The day of a volunteer starts at the public launching ramp in Oyster and meeting Bo Lusk, a resource steward and staffer of TNC. Lusk oversees the collection and storage of the seed-bearing shoots. Once on site in South Bay, he gets into the water, collects a sample, and explains to volunteers how to see and feel for the proper shoots.
Wearing a wetsuit, face mask, and snorkel and armed with a collecting bag, you get into the water, which is no more than waist deep and falling to knee deep while you collect (collecting is done around low tide), stick your head in the water, and start swimming. The water was quite murky at first, and I found it difficult to distinguish the seed-bearing shoots from the non-seed-bearing grass stems. But I acclimated as sediment settled with the waning tide.
Feeling the grass, and detecting the more rounded and plump shoots worked as well as sight-finding them, and I probably didn’t break any records for the amount I collected. When the water is clear, identifying the seed-bearing shoots is much easier by sight.
Fascinating Underwater World
While snorkeling and collecting I was constantly on the lookout for other creatures, who use the grass to both forage and hide from predators. Sometimes there are small crabs clinging to the lower stems of the grass, and assorted clams on the sandy bottom, but I’ve seldom seen any fish, although the commotion you make in shallow water probably sends anything that might have been in the vicinity scurrying away long before they could be observed.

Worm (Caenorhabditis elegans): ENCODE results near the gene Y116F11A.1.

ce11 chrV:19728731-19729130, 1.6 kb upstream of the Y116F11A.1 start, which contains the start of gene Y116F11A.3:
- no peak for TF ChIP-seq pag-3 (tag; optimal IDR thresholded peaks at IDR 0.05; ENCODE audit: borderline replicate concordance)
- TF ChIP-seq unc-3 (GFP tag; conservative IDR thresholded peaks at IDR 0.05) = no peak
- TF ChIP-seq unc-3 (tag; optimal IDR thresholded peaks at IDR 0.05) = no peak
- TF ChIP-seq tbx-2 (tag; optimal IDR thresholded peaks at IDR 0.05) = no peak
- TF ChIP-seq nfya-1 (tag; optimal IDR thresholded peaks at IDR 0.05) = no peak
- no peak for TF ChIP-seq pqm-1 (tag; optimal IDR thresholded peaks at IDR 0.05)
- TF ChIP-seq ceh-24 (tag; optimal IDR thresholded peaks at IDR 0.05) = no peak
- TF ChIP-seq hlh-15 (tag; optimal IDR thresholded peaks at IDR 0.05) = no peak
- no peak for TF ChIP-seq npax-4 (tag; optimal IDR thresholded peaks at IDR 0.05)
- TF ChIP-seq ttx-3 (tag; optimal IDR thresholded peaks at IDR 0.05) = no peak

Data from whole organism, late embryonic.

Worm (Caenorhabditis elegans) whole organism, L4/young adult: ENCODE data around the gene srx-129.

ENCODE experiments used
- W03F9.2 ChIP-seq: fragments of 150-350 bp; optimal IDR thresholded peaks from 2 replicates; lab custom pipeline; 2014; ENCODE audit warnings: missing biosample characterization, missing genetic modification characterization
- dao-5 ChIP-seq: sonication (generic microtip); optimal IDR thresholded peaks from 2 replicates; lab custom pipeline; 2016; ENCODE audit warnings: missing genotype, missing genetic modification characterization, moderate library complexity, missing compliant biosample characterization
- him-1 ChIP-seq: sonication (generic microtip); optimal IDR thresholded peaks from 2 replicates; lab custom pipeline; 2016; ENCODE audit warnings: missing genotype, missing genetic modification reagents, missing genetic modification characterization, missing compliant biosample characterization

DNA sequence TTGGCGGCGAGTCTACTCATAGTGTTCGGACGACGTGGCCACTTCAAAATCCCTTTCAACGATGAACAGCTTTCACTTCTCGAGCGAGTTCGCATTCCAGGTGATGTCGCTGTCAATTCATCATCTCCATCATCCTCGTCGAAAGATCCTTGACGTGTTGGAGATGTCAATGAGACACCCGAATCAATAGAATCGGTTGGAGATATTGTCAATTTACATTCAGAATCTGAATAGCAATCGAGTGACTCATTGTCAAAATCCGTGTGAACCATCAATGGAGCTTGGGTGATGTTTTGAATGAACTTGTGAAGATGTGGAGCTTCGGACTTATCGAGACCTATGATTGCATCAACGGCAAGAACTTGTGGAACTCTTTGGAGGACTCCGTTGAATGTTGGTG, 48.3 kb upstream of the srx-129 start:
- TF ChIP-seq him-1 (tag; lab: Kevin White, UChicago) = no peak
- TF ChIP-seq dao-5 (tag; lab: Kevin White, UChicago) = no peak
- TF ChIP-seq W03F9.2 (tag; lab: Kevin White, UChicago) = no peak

Snorkeling among the seagrass gave me a whole new perspective on what things are like underwater. The movement of the tide and how it affected the grass, and how it impacted water clarity, was interesting. About an hour after low tide, when the water began to move more earnestly, clarity diminished. This has been more pronounced on some days than others, but it does impact collecting, which usually stops when visibility becomes poorer.
After collecting, the bags of collected seeds are transferred to holding tanks. The seeds are separated from the shoots and other matter and held in seawater until September. Then, over several days, the seeds are distributed in selected areas of several bays, where they’ll settle shortly to the bottom and hopefully take root. Little by little, seed by seed, the areas covered with eelgrass increase, and, thanks to the efforts of volunteers and staff members of TNC and VIMS, this process is accelerated over the time that it would have occurred naturally.
I’ve gone to some of the newly grown areas and caught speckled trout, and it’s a good feeling to know that you’ve played a small part in helping restore the habitat and providing a place for important gamefish to forage.
Thanks for checking out my blog commentary on all things fishing-related. Please follow, share, and enjoy, but make sure you get out on the water as often as possible. Good fishing!